Food insecurity—a lack of consistent access to sufficient, safe, and nutritious food—is a daily struggle for millions of Americans. It is one of the many social, economic, and environmental factors that influence individuals’ health and well-being that are collectively referred to as Social Determinants of Health.
Food insecurity can also compound the effects of chronic diseases and intensifying economic woes as patients choose between buying food and paying for medicine. This is especially problematic for people with diabetes. For these individuals, a healthy diet is a crucial part of their diabetes self-management. People with diabetes who don’t have access to fresh healthful food on a consistent basis—either because of proximity or because of affordability—may be unable to maintain healthy blood-sugar levels over time. This leads patients with diabetes to experience five times more physician encounters than patients who do not have diabetes. At the national level, diabetes accounts for an additional $77 billion in annual health care spending.
Many players in the health care system, from individual providers to the federal Centers for Medicare and Medicaid Services, recognize food insecurity’s role in health promotion and are investing in ways to tackle this persistent problem that has been exacerbated by the economic challenges of the COVID pandemic.
Researchers at RTI partnered with Access Community Health Network (ACCESS), a federally qualified health center network in Chicago, to learn more about how to improve the health of the population by addressing food insecurity through an innovative, high-impact approach for low-resource communities.
With support from Robert Wood Johnson Foundation, the RTI team created and executed an evaluation of the standard of practice model developed and implemented by the team at ACCESS. The model represents a social medicine approach that considers the whole person and was designed to help low-income patients with diabetes maintain healthy blood sugar levels. It involved screening patients at intake for food insecurity, offering education on healthy eating, and providing help with access to healthy foods. Providers using this approach do more than check in with patients and discuss their lab results—they actively promote a culture of health.
At the start of the study, patients were screened for food insecurity and offered additional resources, such as referrals to food pantries, access to a mobile produce truck, and enrollment in SNAP, the federal food stamp program. The study team collected data on more than 900 patients, including HbA1C, a common measure for a person’s average blood sugar levels. After five months, patients were sent a postcard reminding them about their next visit. Nearly 400 returned for a follow-up visit that included an HbA1C check.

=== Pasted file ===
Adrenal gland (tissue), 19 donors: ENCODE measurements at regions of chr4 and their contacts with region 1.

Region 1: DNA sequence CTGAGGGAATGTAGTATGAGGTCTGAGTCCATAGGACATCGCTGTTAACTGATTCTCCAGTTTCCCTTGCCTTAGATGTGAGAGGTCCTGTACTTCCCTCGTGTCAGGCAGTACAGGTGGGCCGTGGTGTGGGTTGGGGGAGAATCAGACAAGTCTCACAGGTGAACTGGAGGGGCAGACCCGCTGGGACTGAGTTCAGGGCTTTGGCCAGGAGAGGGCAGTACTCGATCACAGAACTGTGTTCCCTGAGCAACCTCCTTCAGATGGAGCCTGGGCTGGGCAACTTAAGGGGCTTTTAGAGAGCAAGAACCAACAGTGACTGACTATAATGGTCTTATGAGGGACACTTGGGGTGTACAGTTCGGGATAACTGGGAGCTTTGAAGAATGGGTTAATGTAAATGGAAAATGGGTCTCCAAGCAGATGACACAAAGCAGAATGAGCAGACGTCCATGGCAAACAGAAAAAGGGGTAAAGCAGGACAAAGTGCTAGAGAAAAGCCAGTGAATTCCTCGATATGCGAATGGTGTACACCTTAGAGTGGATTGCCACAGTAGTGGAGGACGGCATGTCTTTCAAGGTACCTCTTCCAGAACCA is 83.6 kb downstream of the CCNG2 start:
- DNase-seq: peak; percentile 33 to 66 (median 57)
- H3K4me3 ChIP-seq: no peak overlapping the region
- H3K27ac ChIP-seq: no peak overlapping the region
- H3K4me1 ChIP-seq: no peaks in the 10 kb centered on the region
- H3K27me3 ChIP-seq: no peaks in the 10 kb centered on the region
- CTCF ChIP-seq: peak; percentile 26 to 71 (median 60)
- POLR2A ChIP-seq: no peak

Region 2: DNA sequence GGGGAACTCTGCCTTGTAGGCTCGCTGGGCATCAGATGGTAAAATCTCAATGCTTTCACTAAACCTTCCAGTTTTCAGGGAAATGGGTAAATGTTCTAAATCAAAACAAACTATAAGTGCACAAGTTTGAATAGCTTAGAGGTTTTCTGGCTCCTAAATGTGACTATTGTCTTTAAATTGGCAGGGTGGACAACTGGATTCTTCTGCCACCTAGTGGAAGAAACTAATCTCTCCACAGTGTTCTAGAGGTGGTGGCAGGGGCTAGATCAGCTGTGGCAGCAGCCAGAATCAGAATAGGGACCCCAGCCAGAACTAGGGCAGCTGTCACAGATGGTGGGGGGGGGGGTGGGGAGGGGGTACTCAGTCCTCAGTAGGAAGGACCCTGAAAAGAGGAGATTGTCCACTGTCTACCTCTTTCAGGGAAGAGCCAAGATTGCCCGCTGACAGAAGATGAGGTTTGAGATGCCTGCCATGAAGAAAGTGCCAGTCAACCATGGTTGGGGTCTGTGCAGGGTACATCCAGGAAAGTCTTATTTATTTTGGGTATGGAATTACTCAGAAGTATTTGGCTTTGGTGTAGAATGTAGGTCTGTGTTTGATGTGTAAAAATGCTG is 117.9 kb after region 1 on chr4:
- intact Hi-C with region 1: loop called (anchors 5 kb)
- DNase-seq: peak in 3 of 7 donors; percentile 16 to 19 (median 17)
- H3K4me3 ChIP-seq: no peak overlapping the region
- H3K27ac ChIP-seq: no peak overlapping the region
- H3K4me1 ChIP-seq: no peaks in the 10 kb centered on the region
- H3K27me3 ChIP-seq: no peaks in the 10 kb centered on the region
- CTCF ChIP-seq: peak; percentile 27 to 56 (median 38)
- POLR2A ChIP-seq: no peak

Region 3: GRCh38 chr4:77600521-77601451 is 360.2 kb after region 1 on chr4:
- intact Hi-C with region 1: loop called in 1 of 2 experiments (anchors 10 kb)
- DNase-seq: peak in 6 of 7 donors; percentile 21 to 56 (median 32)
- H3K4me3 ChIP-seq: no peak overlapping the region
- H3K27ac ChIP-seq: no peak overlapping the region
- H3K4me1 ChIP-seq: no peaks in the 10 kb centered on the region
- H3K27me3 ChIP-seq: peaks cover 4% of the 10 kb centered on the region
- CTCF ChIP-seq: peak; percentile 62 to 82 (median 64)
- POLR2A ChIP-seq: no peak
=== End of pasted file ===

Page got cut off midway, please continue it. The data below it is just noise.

Our study led to important findings on who was able to improve their HbA1C levels. Across all participants, HbA1C levels dropped by .22 percentage points from baseline to follow-up, a statistically significant difference. This shows the overall impact of the integrated social medicine approach.
Taking a closer look at the participants’ food security status reveals other important factors. Not unexpectedly, patients whose diabetes was well controlled at baseline experienced less of a change over the study than those whose diabetes was not well controlled. However, among the group with poor control, we found that food-secure patients’ HbA1C levels improved significantly more than did food-insecure patients.
Based on our results, we concluded that food insecurity is not likely to exist separate from other disparities. While all patients can benefit from the standard of care practice we examined, food-secure patients are better able to translate the information and resources into positive health outcomes. This leads us to recommend that physicians and other members of the health care community look closely at their patients who identify as food insecure and play an active role in identifying the support and resources they need.
What keeps people food-insecure, even if they are given assistance to access to the foods they need? Are the food pantries inaccessible? Are people cut off from the foods they prefer, culturally speaking? Sometimes economics are not the only barrier.
Our study is part of a growing area of research on social determinants of health. These findings, along with those from future studies, can help inform policymakers addressing food insecurity and the many overlapping factors that prevent individuals and the nation from reaching their full potential.